# Teaching Coin identification | Coin Pocket Calendar | Printable | Free | Grades 1-2

## Teaching Coin Identification

Teaching coin identification, counting money, and patterns by using a pocket calendar. This post includes a free coin calendar pieces printable. This activity is perfect for grades 1-2.

Life has been crazy lately with a vacation, wedding, and then trying to get back into our regular routine. One of those routines is daily calendar time.

I love calendar time! It is a time for me to quickly review math concepts and build number sense in my kiddos.

## Coin Calendar

Both my boys love it too and enjoy predicting what the new date will show.

So what can we learn using these calendar pieces? These pieces will help your students with coin identification, counting money, and patterns.

Here’s my other fun coin recognition game for your children to try. If your children need to practice subtracting money use these money subtracting task cards.

## Calendar Pocket Chart to Teach Kids about Patterns

The calendar pieces for the pocket chart all have patterns. My preschooler has been working on patterns, so using colors I created an AB pattern. Each day I ask him what the next color will be, and he is doing great with being able to tell me.

My kindergartener, who is doing the first-grade math, needed a little bit of a harder one. He is really into “skip counting” right now so I decided to change the color of the numbers on the multiples of three. He has had a blast figuring out which number would be the color blue next.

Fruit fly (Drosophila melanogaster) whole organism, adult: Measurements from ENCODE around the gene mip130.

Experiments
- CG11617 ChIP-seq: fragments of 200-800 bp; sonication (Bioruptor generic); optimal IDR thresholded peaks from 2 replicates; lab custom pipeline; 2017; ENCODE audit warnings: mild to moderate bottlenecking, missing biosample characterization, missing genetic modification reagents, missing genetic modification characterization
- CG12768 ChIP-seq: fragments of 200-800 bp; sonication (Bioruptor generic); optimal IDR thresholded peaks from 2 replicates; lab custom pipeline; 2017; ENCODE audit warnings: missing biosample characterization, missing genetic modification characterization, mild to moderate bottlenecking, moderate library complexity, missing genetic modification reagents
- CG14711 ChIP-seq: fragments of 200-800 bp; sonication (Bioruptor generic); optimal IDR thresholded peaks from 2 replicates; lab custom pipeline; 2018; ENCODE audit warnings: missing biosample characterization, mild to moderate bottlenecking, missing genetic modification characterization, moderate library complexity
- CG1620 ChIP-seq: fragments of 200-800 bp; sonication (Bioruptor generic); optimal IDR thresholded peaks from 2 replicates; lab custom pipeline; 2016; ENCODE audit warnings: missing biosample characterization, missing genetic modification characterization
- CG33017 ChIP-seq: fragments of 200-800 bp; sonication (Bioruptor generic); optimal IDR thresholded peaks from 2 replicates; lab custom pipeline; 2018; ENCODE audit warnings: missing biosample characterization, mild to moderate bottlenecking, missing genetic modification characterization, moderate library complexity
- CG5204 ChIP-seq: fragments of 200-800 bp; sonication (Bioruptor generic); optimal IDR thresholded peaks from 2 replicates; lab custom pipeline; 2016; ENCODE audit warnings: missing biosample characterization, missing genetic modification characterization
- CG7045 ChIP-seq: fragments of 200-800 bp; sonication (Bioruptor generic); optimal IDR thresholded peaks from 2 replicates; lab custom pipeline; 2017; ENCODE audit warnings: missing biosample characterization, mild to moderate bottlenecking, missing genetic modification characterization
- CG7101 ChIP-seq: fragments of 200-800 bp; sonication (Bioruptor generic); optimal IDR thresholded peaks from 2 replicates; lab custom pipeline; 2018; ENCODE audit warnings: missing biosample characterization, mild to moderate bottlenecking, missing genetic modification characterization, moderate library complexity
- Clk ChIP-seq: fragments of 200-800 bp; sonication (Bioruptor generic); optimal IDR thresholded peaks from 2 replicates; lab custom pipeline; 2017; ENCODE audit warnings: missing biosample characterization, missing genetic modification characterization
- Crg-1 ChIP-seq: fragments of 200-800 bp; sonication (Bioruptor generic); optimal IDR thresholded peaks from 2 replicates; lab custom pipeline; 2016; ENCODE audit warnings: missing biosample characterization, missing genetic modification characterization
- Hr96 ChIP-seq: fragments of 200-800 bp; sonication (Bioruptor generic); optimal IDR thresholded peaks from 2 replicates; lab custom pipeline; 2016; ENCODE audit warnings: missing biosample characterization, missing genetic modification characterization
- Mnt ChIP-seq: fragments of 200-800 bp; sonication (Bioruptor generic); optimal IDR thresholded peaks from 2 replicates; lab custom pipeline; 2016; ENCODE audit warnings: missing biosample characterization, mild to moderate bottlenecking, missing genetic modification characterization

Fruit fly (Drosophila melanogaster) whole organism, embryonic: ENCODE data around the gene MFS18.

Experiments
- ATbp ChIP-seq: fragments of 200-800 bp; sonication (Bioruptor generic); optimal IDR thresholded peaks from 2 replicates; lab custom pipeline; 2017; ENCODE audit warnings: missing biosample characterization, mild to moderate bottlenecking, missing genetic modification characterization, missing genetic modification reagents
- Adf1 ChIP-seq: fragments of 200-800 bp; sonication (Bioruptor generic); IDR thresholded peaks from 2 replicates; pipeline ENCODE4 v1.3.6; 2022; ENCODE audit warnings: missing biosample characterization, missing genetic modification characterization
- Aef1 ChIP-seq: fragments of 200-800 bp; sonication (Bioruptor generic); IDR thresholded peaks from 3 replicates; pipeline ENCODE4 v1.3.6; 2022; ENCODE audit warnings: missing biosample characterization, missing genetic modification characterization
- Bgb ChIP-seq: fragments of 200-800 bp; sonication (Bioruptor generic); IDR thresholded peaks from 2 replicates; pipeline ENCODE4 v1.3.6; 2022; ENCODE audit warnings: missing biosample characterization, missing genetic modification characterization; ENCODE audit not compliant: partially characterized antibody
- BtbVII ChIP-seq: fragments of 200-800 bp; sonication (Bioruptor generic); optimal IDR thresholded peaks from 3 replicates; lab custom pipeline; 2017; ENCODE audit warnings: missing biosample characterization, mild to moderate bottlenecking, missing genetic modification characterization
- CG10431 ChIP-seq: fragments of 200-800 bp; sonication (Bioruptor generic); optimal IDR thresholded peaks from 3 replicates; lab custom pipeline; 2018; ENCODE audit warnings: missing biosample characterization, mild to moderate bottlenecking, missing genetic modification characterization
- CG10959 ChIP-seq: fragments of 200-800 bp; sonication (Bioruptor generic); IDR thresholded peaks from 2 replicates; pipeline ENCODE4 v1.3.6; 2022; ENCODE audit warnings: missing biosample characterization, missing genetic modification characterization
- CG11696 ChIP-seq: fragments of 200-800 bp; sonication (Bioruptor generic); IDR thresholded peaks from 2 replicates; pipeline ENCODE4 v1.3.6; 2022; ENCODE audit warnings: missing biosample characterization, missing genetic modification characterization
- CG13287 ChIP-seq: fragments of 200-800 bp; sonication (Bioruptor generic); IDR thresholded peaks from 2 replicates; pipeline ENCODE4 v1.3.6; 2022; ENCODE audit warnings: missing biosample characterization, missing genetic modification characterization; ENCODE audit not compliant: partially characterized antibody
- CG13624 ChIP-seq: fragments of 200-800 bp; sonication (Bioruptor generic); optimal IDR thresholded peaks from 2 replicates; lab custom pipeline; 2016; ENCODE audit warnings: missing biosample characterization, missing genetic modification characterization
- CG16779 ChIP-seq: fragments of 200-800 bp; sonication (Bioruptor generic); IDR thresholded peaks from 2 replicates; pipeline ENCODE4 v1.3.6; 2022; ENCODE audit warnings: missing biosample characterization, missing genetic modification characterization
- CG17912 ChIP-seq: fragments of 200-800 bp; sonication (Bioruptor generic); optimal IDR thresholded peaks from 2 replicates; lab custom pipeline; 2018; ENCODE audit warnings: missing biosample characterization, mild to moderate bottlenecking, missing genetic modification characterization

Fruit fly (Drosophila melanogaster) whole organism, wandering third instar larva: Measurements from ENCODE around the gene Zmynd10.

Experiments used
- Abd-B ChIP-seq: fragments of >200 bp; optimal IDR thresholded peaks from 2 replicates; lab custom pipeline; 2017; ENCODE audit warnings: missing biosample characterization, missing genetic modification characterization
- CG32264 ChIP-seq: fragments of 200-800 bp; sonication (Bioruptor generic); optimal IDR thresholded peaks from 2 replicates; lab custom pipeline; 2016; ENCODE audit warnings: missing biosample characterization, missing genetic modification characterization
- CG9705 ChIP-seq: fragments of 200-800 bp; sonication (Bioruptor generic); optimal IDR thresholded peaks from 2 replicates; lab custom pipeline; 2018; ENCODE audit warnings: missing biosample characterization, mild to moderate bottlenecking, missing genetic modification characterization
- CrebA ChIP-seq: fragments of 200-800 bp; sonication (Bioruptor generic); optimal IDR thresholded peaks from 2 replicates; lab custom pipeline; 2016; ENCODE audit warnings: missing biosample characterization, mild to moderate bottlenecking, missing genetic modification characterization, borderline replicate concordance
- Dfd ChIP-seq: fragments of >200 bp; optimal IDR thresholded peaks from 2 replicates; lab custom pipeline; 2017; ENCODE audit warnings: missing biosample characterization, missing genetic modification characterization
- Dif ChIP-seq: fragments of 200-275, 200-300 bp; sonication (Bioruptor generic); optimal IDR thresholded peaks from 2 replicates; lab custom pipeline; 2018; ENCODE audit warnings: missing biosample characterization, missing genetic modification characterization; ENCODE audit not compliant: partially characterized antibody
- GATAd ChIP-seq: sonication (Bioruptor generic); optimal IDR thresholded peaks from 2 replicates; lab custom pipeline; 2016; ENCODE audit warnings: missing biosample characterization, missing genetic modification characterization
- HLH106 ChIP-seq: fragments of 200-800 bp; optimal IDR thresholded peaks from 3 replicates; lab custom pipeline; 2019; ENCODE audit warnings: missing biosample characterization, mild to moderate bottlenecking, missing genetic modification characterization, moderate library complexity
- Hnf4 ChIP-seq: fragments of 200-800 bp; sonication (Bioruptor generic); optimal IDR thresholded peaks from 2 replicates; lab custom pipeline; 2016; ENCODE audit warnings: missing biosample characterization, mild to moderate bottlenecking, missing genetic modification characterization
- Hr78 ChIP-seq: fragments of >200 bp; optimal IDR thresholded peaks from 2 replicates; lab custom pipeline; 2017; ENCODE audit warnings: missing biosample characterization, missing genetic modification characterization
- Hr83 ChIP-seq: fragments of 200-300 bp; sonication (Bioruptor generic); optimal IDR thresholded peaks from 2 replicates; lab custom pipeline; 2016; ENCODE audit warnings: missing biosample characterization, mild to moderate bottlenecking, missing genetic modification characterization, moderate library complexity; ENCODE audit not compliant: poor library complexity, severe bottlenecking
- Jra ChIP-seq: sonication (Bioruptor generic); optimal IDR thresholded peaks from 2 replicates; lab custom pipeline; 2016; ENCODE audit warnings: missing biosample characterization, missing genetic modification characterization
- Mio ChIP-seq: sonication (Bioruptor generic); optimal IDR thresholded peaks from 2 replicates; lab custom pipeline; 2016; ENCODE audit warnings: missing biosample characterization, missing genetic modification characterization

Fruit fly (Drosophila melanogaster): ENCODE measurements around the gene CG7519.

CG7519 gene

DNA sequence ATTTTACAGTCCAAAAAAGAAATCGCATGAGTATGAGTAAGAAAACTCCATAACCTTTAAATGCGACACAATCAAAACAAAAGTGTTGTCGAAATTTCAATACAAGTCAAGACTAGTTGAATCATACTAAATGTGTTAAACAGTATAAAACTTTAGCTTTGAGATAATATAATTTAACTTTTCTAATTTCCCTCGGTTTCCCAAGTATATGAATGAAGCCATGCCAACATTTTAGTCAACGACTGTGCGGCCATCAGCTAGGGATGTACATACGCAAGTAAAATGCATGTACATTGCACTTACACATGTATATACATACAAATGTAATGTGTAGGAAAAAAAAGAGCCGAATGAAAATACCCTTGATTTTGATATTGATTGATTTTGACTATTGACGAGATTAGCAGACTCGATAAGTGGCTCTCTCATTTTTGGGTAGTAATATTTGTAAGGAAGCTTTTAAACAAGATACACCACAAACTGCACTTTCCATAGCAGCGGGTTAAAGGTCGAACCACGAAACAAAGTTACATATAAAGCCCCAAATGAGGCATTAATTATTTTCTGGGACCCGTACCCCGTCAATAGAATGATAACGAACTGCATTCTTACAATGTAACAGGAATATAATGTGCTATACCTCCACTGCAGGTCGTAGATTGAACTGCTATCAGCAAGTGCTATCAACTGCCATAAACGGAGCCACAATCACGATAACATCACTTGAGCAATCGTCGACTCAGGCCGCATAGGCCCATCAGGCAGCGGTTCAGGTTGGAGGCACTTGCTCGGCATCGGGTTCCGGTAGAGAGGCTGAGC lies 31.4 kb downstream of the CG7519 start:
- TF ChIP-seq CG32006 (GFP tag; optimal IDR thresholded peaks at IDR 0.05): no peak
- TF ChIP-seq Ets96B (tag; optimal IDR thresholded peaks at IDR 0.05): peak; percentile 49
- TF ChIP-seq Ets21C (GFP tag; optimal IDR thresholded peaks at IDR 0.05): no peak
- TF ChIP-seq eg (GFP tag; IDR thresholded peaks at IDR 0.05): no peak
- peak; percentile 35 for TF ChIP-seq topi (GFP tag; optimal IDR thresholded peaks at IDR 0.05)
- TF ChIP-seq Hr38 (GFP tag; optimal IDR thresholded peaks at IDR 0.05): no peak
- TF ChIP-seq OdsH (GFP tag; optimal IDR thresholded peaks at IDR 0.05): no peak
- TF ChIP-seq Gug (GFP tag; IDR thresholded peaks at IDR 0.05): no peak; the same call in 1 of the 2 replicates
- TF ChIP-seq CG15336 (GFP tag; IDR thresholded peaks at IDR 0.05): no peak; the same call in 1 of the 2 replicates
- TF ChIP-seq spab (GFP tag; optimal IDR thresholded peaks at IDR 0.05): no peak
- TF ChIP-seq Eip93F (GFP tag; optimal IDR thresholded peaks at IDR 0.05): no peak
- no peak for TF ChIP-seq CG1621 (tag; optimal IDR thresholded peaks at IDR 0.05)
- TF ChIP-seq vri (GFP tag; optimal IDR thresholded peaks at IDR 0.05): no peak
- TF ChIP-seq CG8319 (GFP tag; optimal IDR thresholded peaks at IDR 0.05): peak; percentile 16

## Coin Identification

Since my oldest will be focusing on coins this month, these coin calendar pieces work on coin identification.

Once again, you will see a pattern on which coins will be used. This one is a little harder and caused my oldest to have to really think about what the new day will hold, especially when we are trying to figure out Monday without the help of Saturday and Sunday.

The coin pattern is heads quarter, nickel, dime, dime, and then tails quarter, nickel, dime, dime. I wanted the kiddos to recognize the coins, but I also wanted to reinforce their value.

## Counting Money for Kids

Each day we add the value of the coin to the previous total. For example, the first day is a quarter. I wrote $0.25 on the plastic part of the calendar. The next day was a nickel, so we wrote $0.30 on the calendar.

After a few days, I had them predict what the total would be at the end of the month. Trust me when I say we needed to revise our predictions halfway through the month. As we’ve been getting closer to the end of the month, they have once again revised their predictions!

I hope these calendar pieces are as helpful to you as they have been for us for teaching kids coins.